It lacks the surprise factor of the first film – the novelty, the striking glitziness of the CGI lego, the run-on laughs on how the whole concept operated – and doesn’t handle its story and themes with as deft a hand, but the ultimate statement of the film is more nuanced and interesting than the first’s, and the whole affair feels more resonant for that. The thorniness of sibling relationships, gender division, antisocial consumerism, self-destructive pursuits and being the “bad guy” of one’s own story, everything folds together nicely here.
The meta gags are pleasant, particularly an extended riff on both “Mad Max: Fury Road” and “Blade Runner 2049”, and the way the film plays with star Chris Pratt’s own celebrity works very well. The more musical focus also works great, although I wish the film had leaned into it more, as it was a neat way of distinguishing itself from the first film.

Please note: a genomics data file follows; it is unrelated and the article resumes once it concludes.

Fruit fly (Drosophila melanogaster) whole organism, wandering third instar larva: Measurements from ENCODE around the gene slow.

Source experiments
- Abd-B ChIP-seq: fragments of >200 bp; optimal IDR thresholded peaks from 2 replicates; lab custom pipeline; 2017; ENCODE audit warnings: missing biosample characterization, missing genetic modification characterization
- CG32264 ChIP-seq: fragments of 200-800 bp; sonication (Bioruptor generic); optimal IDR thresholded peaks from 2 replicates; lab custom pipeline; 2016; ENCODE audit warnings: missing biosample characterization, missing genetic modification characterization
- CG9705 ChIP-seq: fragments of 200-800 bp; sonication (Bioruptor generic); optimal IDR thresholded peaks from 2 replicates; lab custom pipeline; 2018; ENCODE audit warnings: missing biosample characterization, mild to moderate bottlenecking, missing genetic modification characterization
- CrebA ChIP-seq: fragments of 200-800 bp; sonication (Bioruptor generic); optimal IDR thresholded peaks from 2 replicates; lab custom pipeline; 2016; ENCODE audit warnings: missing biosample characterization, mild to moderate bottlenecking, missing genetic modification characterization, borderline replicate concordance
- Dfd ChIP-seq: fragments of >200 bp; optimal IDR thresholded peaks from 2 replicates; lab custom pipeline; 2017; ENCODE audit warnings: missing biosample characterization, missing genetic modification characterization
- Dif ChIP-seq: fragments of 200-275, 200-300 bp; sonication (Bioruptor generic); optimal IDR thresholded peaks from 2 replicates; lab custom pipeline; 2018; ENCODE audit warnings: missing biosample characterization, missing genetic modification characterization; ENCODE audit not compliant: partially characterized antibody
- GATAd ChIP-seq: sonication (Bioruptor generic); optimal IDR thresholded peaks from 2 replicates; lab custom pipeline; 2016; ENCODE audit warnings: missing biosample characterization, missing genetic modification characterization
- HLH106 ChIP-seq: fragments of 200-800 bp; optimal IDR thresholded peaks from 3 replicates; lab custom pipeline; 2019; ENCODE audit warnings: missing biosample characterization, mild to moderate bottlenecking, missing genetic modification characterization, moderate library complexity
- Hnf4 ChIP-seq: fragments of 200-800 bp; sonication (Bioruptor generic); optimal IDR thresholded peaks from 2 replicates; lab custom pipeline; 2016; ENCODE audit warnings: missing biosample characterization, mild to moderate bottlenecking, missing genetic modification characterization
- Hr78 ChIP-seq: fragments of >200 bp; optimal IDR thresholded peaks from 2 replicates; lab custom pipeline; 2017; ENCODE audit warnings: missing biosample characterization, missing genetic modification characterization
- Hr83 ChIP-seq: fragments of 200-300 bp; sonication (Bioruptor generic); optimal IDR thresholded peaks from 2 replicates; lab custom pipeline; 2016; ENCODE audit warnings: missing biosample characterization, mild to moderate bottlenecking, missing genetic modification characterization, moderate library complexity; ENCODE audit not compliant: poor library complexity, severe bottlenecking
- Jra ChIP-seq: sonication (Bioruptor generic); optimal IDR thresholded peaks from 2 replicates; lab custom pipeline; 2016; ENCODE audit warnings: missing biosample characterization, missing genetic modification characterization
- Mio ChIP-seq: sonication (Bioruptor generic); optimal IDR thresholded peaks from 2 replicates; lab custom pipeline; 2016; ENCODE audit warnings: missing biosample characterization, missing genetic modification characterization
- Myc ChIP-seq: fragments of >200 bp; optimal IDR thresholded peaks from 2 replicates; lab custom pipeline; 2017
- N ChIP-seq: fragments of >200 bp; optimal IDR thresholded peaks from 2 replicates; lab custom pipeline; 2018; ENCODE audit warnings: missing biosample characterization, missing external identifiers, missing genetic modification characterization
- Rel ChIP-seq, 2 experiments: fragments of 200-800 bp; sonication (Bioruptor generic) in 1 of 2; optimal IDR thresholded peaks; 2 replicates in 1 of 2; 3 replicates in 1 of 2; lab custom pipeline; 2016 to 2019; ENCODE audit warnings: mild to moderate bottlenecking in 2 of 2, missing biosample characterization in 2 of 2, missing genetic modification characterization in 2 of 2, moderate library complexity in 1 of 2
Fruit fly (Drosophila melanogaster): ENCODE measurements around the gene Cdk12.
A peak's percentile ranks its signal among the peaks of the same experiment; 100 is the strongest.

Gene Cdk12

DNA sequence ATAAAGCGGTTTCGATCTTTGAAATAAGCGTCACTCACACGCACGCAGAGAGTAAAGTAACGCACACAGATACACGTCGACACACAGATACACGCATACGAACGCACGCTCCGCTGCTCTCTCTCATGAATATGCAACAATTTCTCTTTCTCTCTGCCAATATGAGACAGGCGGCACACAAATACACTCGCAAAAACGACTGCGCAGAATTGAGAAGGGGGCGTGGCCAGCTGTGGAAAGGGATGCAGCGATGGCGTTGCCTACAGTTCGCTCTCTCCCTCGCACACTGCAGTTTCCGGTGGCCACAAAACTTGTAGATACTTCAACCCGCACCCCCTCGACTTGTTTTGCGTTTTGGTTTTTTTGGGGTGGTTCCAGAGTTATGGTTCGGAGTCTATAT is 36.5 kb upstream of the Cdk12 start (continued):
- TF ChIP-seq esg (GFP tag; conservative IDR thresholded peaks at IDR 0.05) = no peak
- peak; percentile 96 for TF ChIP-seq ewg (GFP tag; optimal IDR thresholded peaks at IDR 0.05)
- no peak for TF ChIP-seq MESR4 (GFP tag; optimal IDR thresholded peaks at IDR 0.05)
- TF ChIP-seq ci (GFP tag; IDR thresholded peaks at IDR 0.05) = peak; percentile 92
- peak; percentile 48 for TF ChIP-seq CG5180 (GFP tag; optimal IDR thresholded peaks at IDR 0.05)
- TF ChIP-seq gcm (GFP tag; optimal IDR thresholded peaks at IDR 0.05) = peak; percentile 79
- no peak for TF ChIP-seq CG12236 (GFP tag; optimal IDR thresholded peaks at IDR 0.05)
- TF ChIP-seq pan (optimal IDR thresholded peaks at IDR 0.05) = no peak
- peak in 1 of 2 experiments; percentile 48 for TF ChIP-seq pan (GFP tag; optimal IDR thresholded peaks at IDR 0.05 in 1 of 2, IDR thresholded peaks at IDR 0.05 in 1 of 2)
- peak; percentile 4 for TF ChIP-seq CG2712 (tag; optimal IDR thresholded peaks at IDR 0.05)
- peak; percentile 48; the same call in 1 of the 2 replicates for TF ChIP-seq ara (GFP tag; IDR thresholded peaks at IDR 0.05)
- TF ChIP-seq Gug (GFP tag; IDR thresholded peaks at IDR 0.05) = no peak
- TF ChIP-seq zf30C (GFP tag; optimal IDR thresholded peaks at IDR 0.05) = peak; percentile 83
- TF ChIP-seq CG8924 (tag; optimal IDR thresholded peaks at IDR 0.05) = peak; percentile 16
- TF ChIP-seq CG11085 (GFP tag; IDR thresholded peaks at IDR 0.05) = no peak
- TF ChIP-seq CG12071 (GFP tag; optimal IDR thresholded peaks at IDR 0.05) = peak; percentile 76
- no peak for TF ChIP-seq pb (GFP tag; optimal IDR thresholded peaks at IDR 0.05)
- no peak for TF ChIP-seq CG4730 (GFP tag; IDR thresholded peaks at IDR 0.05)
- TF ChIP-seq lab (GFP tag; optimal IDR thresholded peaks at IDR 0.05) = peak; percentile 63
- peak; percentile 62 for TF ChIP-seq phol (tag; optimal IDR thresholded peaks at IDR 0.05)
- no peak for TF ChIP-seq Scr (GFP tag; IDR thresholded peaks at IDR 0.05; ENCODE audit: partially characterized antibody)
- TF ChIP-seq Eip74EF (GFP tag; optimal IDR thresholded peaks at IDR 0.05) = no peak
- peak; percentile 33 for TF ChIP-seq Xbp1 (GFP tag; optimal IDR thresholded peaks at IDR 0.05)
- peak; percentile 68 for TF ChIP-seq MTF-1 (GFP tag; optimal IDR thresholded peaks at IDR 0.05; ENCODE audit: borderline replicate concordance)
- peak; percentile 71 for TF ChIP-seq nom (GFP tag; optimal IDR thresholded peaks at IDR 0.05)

The unreliable narrator perspective of the film and how that plays into the gender of the implicit dual narrators is fascinating; I almost wish the film had stressed that more, as it’s a graceful touch when noticed. Though on the other hand, it’s nice to see a children’s film that doesn’t hold the audience’s hand quite so tightly. In true Lord and Miller style the film transcends its cash-in nature to be smarter, funnier, and have more to say beyond “buy these toys”. Three raptors and half of everything.